The Eel Souffle

For once, the skin covering my entire body is clammy, my muscles shorter, veins more constricted.  Winter having passed, for once Ayutthaya is cold, and trust me when I use that adjective, as I know it well (I’m from Los Angeles).  Today was a day spent dreaming, which is a luxury constantly afforded to someone living on an unfamiliar continent – for better or for naught – and the weather is in perfect alignment with my Bangkok Sunday Reverie.  How so?  Here’s how, poopface:
A few weeks ago, I bought my ticket to Australia; you heard it, perchance, on the news, where the untrained ear might have interpreted such reverberations of glee as a “tremendous earthquake in Indonesia.”  That was none but the thud of my heart, which for once was pumping a particular blood magenta in color, sugar-sweet.  My body was in NASCAR mode, and I’ve spent the succeeding weeks doing my very best to keep my head in Thailand, where it belongs and where it might be happiest.  After all, a funny thing happened on the way to The Quorum: I became enamored with my life.
Teaching has become angelic to the extent where I no longer wake up with dread-head.  It’s Sunday night, and I might say that I am looking forward to class tomorrow.  I might remind you, reader, with whom we’re dealing: this is the pessimistic troll that would pray for rain on game days, that found himself with a nervous, diarrheic stomach before so many days of internships and first days of school.  This is a guy that simply can’t imagine a life of waking and reposing at a regular hour every day, who has hardly a node of direction or volition in his hyperactive brain folds, who spent the first two months of living in Ayutthaya with a lime face and a boiled vinegar tongue.  Might I say that I love my students (maybe), or that I would want to enlist myself in another semester here at Senaprasit?  Gadzooks, no.  I would, however, say that I find Thailand to be remarkably charming (I can’t imagine anyone using that word to describe this country), and holy mole do I think the world of the academically middling little monsters I teach.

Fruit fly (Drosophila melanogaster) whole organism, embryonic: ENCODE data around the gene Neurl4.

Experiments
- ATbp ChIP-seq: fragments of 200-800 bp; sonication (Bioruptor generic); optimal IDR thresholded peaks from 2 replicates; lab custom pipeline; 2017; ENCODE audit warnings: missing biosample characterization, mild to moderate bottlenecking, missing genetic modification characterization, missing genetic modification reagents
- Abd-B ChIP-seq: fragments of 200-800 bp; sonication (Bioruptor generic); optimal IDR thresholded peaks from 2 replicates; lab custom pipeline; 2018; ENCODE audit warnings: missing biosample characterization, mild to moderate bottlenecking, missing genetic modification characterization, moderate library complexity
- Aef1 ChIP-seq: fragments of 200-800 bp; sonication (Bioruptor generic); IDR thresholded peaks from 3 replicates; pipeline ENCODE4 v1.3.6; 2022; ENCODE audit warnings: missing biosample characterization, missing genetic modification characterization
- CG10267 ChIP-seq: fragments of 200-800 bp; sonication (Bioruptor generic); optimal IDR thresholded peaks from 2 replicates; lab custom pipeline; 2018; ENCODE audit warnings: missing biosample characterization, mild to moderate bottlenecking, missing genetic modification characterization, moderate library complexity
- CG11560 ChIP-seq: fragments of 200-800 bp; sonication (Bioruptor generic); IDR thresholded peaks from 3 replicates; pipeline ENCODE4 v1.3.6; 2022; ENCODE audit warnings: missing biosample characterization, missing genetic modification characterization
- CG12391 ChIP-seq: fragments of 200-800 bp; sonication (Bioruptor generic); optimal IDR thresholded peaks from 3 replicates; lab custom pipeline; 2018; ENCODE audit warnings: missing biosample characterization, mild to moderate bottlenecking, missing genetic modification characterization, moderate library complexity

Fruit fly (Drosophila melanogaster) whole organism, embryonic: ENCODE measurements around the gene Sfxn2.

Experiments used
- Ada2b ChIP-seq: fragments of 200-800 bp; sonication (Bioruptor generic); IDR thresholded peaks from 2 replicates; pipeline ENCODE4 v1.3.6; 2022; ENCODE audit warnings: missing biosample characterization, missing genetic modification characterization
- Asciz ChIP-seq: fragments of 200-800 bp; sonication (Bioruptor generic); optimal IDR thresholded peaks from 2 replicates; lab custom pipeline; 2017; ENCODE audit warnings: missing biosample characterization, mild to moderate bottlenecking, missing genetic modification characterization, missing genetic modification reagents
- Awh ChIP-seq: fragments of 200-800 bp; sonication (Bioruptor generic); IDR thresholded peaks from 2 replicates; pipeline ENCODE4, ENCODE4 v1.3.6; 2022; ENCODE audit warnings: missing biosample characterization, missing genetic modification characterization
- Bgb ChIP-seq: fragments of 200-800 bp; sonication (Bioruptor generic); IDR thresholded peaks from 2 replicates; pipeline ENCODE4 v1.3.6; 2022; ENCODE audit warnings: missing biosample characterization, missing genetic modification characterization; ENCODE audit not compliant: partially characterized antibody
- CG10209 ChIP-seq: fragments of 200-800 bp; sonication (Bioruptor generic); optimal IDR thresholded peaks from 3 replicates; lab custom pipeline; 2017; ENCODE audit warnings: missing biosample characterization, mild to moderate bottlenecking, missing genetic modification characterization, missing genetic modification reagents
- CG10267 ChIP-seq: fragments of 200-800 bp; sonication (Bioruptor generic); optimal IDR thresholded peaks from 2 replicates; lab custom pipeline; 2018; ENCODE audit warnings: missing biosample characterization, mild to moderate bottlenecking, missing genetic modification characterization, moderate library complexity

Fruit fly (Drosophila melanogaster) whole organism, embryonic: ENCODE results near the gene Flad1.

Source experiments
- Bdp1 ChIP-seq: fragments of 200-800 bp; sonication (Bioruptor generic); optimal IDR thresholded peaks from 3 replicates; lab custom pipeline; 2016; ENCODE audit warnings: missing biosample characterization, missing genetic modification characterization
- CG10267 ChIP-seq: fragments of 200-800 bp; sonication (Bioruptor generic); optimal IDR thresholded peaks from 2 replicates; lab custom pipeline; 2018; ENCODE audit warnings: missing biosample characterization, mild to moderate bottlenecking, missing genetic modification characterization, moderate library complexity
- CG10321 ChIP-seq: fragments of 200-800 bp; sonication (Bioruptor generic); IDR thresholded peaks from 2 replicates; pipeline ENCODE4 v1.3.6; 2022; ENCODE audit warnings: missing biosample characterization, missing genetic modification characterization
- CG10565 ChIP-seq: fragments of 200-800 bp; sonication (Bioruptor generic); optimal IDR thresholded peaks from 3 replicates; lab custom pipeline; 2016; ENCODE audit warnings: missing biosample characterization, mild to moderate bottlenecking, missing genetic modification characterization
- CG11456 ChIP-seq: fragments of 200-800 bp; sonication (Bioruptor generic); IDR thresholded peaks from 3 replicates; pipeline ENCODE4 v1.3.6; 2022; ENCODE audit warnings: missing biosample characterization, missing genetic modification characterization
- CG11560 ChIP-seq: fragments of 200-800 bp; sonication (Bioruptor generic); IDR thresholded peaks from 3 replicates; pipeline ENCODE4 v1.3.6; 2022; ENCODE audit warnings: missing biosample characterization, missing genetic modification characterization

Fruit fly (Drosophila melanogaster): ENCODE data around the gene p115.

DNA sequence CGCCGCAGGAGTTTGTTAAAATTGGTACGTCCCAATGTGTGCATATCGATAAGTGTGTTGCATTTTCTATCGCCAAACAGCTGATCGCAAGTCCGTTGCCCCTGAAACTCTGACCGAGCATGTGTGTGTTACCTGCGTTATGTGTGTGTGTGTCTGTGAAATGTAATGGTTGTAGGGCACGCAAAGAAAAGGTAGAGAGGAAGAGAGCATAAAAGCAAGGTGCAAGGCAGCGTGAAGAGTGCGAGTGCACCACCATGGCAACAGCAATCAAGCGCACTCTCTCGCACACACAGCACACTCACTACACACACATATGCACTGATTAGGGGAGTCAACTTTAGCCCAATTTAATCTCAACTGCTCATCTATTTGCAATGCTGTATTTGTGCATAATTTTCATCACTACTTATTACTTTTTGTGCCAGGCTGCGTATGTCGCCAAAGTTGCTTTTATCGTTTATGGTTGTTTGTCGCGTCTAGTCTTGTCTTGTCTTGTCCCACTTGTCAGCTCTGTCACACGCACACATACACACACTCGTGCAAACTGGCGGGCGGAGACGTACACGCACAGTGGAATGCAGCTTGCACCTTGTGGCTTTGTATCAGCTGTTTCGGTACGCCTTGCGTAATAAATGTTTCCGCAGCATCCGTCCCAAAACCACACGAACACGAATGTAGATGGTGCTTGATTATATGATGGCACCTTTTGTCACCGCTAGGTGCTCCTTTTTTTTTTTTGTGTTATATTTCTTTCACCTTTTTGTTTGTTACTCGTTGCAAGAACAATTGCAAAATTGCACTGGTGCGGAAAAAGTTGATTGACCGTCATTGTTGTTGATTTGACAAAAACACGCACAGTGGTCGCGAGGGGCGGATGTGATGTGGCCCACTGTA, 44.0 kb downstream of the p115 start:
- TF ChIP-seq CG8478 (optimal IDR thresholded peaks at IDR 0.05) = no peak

I have one student (or, rather, I have 1,250, but one of this discussion) whose face looks like Ayer’s Rock dipped in a sort of chicken that was flavored with the ink from old ‘40s noir gangster film reels, whose body, were it a font, would be ‘Goudy Stout, size 148’ (just trust me on this one).  Anyway, this boy is such a sweetheart, the definitive Gentle Giant of Siam, his face eternally chiseled into an earnest if insecure smile, tongue sometimes poking out unconsciously like that of a puppy, particularly if I call on him and he doesn’t know the answer (he rarely does).  On the days where God has dragged His sun from the dark depths of the horizon, where you can smell honey in the air, when the world’s next John Lennons and Kennedys are born and the loneliest Egans have found their One True Love – that is, the days for which I am so grateful, when the stars are in harmony with the moon – this epically present young man might answer a question correctly, or volunteer a good vocabulary word, or find the courage to amplify his lispy voice to classroom levels of great courage, I find myself looking at an art gallery in a blender.  All of the world’s beauty, the work of those beleaguered artists from Ancient Greece, from Renaissance Tuscany, from The Hague, from wherever and whenever an artist tried his or her best to translate joy onto a canvas: it’s all calculated casually when his face erupts into that gelatinous grand canyon of a smile.  Even if I’ve lobbed him a changeup of a question to hit out of the park, and understanding that his level of English is beyond repair, it is enough for me to love my job and, hopefully, enough for him to keep showing up to class.  After all, for the fourty-odd students in every class that can’t show their indifference more expressively – one girl last week, after being called on to stand up before class, pulled out her compact mirror and started to redirect her hair, this being not an attempt to goad or humiliate me, but rather a function that was, to her, unconditionally more important than even acknowledging that I was asking her a question (I could only laugh until she was ready to put it away: the absurdity of it all!) – while this Asian John Candy won’t give me anything but the most unbridled attention during class.  Considering that his friends are all the bullies and rebels of the school, I find his case an inexhaustible thoughtpiece.  There was also the interaction two weeks ago between this Planet Boy and one of my worst troublemakers: imagine a character like James Dean’s Jim Stark (without the angst or good looks, not that I’m commenting on my students’ physical features oh my God I think I am I should stop writing and leave Thailand immediately) one that plays himself off as being above most things: imagine this character being swallowed whole by the straddling legs of Fat Albert.  I promise you that this is true: the tough kid, aged about 17, was sitting in the cavernous lap of the above-described student, leaning back on his friend’s Buddha Belly.  I chalked that up to the relaxed nature of intimacy-among-friends that is found in Thailand (male friends can often been spotting walking around, holding hands in a simple expression of friendship).  Then I turn to find that Siamese Stay Puft Man has threaded a pink barrette into Thai Jim Stark’s scruffy hair, and that they were both playing with it, commenting quietly on it with considerable seriousness.  How do you deal with this, how do you interpret it, how do you react – and in a classroom, no less?  Teaching here is a steady stream of comedic gold.